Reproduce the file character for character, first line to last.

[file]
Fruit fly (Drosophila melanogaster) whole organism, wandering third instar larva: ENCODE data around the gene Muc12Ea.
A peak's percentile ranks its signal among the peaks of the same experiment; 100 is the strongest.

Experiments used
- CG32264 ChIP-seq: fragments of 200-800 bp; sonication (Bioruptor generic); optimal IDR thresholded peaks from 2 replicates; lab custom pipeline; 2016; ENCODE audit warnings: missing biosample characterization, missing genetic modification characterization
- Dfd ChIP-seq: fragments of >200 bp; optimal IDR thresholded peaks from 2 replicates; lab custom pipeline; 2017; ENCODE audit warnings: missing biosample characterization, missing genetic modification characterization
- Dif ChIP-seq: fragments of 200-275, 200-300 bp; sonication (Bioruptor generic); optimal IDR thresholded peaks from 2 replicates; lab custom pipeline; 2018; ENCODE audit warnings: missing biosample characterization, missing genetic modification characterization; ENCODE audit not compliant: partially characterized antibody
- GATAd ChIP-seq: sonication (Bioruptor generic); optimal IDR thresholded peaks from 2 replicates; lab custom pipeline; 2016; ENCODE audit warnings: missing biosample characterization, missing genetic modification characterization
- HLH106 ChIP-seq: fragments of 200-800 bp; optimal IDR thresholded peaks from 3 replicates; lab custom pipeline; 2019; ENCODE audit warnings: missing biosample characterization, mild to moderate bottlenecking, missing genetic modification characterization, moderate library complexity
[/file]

Fruit fly (Drosophila melanogaster) whole organism, wandering third instar larva: ENCODE data around the gene Muc12Ea.
A peak's percentile ranks its signal among the peaks of the same experiment; 100 is the strongest.

Experiments used
- CG32264 ChIP-seq: fragments of 200-800 bp; sonication (Bioruptor generic); optimal IDR thresholded peaks from 2 replicates; lab custom pipeline; 2016; ENCODE audit warnings: missing biosample characterization, missing genetic modification characterization
- Dfd ChIP-seq: fragments of >200 bp; optimal IDR thresholded peaks from 2 replicates; lab custom pipeline; 2017; ENCODE audit warnings: missing biosample characterization, missing genetic modification characterization
- Dif ChIP-seq: fragments of 200-275, 200-300 bp; sonication (Bioruptor generic); optimal IDR thresholded peaks from 2 replicates; lab custom pipeline; 2018; ENCODE audit warnings: missing biosample characterization, missing genetic modification characterization; ENCODE audit not compliant: partially characterized antibody
- GATAd ChIP-seq: sonication (Bioruptor generic); optimal IDR thresholded peaks from 2 replicates; lab custom pipeline; 2016; ENCODE audit warnings: missing biosample characterization, missing genetic modification characterization
- HLH106 ChIP-seq: fragments of 200-800 bp; optimal IDR thresholded peaks from 3 replicates; lab custom pipeline; 2019; ENCODE audit warnings: missing biosample characterization, mild to moderate bottlenecking, missing genetic modification characterization, moderate library complexity